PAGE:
Guys. I have found a classic that I have not only enjoyed, but LOVED! Gabriel Garcia Marquez is a Nobel prize winner, and frankly I'm really not surprised considering the writing in this book - possibly the best I have ever read. The characters feel distanced as if you are watching from afar (similar to Nick Carraway in TGG) yet you feel shocked, surprised and sympathetic at the events and happenings.
There will be spoilers in this review because it'd be really hard to talk about it without giving something or other away! Sorry!
The writing in this is stunning. Flowery, but not so that it gets in the way. I adored wading through the pages, especially as every single line is important, there are no redundant paragraphs as something key happens in all of them. This makes for 'active reading' as I have now dubbed it, as I find with many contemporary YA novels (don't get me wrong, I love them) you can pretty much be reading subconsciously. What I mean is that you don't have to be listening to what you're reading, whereas in this book, you can't just take in the words, you take in the words and compute them. This has DEFINITELY improved my reading. At the start, I knew it was somewhere between easy YA stuff and harder, older stuff where I mostly don't really get what's going on. I understood it, but it took some effort. By the end, I could read it fluidly and it almost felt like learning a language. I'm sure that when I come to read harder classics, this 'step up' as I picture it will have helped me to enjoy them more.
In this book there are 3 main characters: Fermina Daza, Dr Juvenal Urbino and Florentino Ariza. If I could ask the author a question, I'd ask him why he chose to use their full names 99% of the time. Anyway, I thought that the characters were really distinguished and I looooovvveeddd reading about them. Starting with Fermina Daza, I thought the way she turned around one fateful day and with a snap of the fingers realised she didn't love Florentino Ariza anymore was really fickle and unthoughtful. However, when it describes her Domestic Goddess/House Wife slogs under her husband, you do feel some sympathy for her, though she does sometimes seem a bit cold. Dr Juvenal Urbino seemed like a man who just wanted to conform with society. He was an eminent medical person and he settled down with Fermina, had some kids and died at an old age. He wanted a normal life which, apart from how everybody in the nearby area loved him and the mass mourning when he died, he basically had. But then you find out he cheated on Fermina even though she was faithful and loyal to him and everything changes. You feel sorry for Florentino Ariza and his misfortunes in love, but he raped a maid who then had to go elsewhere and marry a sweetheart to cover everything up, which in itself you could write a side-novella about. When you read about this, the total feminist in you comes out and would slap Ariza with a brick if he was stood in front of you, but in the time it was set all that was ok. Also, he has a sexual relationship with a 14-year-old when he's around 60 himself who he's supposed to be the guardian for, and he doesn't tell her parents when she begins to fail all her tests and get up to other bad stuff, and then she kills herself and he misses her funeral and decides to escape it all on a riverboat. What. Having been scolded by the fire of love before, he tries and fails to console himself in the arms of other women, and although it doesn't mention it, he probably had every STI going.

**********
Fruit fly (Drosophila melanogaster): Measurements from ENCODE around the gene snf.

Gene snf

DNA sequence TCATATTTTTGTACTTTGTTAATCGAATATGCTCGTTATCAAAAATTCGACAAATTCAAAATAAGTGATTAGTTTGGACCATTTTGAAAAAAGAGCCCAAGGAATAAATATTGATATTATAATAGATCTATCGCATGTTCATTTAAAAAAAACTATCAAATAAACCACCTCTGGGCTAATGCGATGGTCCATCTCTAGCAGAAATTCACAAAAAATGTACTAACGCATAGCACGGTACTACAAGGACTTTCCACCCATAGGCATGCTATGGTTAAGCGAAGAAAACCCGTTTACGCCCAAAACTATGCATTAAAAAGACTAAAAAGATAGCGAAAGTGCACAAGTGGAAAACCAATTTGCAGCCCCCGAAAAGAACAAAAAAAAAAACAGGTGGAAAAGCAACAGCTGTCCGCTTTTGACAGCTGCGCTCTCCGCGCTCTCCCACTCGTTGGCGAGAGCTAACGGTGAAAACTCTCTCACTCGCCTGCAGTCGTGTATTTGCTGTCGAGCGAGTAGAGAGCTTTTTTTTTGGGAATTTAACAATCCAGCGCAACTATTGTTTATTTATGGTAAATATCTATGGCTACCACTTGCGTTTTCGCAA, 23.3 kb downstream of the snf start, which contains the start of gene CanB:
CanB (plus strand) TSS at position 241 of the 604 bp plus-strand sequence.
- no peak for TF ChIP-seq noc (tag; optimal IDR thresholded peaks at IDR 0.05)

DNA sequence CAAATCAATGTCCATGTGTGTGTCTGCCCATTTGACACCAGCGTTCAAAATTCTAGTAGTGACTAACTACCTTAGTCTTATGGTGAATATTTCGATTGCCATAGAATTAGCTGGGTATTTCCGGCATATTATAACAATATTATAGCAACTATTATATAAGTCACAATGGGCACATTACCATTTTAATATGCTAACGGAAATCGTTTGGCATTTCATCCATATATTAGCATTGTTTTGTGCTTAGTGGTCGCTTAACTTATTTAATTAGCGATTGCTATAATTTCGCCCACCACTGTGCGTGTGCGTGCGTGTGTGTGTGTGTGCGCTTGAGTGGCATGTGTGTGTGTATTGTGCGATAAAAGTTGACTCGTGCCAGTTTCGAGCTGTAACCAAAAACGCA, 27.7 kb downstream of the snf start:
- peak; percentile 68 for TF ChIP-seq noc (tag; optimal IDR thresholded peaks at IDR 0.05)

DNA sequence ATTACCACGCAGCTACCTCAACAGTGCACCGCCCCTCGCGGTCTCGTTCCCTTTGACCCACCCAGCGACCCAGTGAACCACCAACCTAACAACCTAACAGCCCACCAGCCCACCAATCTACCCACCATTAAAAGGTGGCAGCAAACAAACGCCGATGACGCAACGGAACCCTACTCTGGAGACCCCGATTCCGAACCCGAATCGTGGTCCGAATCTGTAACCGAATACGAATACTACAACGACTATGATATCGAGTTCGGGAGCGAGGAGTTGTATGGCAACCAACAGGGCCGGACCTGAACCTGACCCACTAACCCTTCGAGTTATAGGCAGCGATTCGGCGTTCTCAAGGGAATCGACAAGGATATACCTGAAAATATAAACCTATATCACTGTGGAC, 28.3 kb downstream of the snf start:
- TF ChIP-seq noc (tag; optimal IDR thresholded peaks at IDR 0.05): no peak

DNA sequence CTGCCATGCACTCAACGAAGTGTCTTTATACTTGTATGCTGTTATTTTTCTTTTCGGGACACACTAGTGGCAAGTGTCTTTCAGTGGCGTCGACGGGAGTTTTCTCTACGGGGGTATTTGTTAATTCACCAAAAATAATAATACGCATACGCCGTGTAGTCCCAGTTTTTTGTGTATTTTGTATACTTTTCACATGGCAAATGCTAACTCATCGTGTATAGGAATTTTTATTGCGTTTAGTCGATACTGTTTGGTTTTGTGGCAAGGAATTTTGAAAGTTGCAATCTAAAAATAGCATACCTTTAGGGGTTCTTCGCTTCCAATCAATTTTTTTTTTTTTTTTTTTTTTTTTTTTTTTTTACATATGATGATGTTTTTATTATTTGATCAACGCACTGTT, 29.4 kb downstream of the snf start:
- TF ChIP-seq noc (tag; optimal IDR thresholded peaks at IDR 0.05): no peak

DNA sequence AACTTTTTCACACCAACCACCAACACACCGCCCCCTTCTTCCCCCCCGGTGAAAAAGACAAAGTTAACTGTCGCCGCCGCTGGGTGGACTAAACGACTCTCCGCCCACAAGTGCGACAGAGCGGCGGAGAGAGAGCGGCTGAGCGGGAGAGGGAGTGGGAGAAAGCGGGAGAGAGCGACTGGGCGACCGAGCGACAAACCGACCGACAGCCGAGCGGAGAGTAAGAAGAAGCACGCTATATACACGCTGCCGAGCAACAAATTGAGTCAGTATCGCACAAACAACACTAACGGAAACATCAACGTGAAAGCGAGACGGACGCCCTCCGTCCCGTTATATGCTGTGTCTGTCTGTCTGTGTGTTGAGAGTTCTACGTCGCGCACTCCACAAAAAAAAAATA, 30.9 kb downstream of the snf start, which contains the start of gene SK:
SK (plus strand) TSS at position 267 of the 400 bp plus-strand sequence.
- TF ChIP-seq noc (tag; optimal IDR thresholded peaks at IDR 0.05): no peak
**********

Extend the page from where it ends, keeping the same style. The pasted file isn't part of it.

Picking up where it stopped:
So you see, if you decided to carry on reading even if you've never read the book and now basically know the story, you should definately read this because I rate it 1,000,000,000 / 5 stars.